Children with Learning Disorders Struggle to Learn in One or More Areas



Difficulty in One Area of Learning


Learning Disorders fall under intellectual disabilities as a subgroup. Having a learning disorder means that a child has difficulty in one or more areas of learning. The learning limitation, however, has no impact on overall intelligence or motivation to learn. Examples of common learning disorders include:

  • Dyslexia – difficulty with reading
  • Dyscalculia – difficulty with math
  • Dysgraphia – difficulty with writing
Acting Out in School Covers Embarrassment

Unfortunately, when children act out in school to cover up their embarrassment over not performing well academically, teachers may see their behavior rather than their learning disability. The children feel frustrated that they cannot master a subject despite trying hard. The stigma of being different can lead to emotional struggles, feelings of helplessness, depression, and self-esteem issues as they mature if not addressed in early childhood.

May Present as Emotional or Behavioral Disorders

Learning disorders can also be present with emotional or behavioral disorders, such as attention-deficit/hyperactivity disorder (ADHD) or anxiety. The combination of problems can make it particularly hard for a child to succeed in school.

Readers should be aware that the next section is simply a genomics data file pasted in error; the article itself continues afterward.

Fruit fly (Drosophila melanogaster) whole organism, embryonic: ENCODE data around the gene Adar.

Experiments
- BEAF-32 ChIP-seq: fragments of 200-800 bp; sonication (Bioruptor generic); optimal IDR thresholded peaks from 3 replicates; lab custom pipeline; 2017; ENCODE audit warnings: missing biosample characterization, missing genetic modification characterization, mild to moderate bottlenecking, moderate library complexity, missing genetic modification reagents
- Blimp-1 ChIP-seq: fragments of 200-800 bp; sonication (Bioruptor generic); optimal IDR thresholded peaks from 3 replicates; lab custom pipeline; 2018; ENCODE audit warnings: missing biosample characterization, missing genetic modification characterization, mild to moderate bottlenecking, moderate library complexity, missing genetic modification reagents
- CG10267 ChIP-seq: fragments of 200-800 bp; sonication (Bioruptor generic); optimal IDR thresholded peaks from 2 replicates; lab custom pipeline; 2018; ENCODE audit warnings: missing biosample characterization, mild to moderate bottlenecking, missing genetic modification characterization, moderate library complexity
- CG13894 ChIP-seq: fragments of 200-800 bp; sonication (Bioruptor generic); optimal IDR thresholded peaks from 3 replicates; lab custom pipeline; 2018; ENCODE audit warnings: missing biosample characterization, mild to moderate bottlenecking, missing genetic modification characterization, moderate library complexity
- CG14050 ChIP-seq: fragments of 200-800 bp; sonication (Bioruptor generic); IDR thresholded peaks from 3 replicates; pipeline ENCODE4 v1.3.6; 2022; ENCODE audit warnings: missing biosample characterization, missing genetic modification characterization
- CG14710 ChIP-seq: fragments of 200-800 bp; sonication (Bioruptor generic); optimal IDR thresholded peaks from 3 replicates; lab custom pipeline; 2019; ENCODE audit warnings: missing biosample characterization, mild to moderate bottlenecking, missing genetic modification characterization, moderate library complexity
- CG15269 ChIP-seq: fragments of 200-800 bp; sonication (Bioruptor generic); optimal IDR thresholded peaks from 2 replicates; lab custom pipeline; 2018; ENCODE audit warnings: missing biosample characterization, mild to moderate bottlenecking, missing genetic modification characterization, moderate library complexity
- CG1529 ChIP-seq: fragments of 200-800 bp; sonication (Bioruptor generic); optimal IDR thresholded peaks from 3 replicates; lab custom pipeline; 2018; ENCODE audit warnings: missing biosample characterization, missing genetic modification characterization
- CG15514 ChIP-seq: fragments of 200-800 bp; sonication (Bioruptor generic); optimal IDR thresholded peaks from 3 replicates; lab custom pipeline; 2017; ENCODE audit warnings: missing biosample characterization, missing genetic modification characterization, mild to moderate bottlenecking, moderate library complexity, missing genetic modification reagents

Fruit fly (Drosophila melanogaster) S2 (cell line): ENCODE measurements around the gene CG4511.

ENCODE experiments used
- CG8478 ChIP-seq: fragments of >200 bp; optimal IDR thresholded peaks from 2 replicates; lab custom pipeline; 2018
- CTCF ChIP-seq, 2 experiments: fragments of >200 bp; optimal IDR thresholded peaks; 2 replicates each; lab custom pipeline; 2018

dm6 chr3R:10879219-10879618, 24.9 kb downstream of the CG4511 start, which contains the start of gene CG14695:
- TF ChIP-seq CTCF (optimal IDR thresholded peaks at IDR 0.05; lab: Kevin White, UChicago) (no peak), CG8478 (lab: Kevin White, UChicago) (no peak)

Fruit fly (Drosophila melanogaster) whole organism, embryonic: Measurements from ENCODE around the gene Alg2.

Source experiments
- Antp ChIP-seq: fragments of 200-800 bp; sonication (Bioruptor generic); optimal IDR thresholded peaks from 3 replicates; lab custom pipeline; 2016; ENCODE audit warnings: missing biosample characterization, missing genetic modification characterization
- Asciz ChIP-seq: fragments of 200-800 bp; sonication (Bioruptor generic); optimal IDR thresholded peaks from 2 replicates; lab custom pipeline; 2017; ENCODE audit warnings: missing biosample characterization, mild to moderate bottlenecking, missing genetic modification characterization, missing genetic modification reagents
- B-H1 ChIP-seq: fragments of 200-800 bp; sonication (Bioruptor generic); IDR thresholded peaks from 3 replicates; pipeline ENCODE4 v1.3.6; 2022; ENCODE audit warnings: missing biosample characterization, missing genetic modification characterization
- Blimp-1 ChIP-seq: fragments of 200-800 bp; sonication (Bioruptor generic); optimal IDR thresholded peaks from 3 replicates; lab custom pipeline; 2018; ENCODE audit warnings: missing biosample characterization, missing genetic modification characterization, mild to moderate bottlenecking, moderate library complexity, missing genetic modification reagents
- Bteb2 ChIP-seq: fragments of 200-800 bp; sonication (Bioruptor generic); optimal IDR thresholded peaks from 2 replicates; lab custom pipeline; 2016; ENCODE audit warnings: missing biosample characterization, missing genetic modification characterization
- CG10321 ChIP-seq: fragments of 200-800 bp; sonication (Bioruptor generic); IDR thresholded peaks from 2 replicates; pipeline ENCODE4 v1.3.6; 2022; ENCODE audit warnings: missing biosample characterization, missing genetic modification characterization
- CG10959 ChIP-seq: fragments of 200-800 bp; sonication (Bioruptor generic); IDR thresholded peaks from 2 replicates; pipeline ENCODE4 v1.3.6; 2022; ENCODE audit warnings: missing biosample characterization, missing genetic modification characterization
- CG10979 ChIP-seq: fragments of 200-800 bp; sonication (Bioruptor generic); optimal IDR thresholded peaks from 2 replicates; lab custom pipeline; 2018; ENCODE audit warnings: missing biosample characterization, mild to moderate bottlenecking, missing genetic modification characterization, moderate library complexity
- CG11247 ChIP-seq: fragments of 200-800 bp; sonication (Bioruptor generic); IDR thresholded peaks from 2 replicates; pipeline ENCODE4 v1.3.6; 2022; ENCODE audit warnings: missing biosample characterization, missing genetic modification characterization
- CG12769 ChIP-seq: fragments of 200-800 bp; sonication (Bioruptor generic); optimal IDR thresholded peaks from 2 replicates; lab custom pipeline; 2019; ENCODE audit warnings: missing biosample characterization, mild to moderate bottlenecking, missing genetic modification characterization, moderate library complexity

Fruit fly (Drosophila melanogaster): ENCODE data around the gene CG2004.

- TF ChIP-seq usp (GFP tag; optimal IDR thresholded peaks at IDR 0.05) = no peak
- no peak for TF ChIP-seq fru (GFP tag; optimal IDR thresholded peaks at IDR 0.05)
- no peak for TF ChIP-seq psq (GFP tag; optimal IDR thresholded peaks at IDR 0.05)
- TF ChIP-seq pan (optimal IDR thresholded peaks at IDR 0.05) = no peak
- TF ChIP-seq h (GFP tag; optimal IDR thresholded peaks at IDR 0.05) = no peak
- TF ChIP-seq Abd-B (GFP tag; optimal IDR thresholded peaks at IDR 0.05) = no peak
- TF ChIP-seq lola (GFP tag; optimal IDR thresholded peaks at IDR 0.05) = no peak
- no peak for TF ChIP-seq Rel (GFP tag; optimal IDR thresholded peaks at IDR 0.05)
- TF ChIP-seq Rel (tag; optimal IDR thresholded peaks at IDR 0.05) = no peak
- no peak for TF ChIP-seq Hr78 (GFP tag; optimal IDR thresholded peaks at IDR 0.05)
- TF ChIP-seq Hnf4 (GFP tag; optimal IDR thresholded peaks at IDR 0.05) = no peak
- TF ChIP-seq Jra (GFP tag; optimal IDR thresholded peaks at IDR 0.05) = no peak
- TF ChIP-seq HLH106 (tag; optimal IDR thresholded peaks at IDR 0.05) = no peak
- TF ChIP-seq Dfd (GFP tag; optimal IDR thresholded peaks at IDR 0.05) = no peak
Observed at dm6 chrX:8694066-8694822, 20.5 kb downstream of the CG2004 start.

Symptoms to Watch

Adults who oversee children who have trouble academically or develop behavioral problems after starting school should look for the following symptoms of learning disorders as a possible reason for the behaviors. Some of the symptoms of learning disorders are

  • Difficulty telling right from left
  • Reversing letters, words, or numbers after first or second grade
  • Difficulties recognizing patterns or sorting items by size or shape
  • Difficulty understanding and following instructions or staying organized
  • Difficulty remembering what was just said or what was just read
  • Lacking coordination when moving around
  • Difficulties doing tasks with the hands, like writing, cutting, or drawing
  • Difficulty understanding the concept of time.
Special Education

Children with learning disorders often need extra help and instruction that are specialized for them. Having a learning disorder can qualify a child for special education services in school. Schools usually do their own testing for learning disorders to see if a child needs intervention. An evaluation by a healthcare professional is needed if there are other concerns about the child’s behavior or emotions. Parents, healthcare providers, and the school can work together to find the right referrals and treatment.

Individuals with Disabilities in Education Act

Children with specific learning disabilities are eligible for special education services or accommodations at school under the Individuals with Disabilities in Education Act (IDEA)  and an anti-discrimination law known as Section 504.

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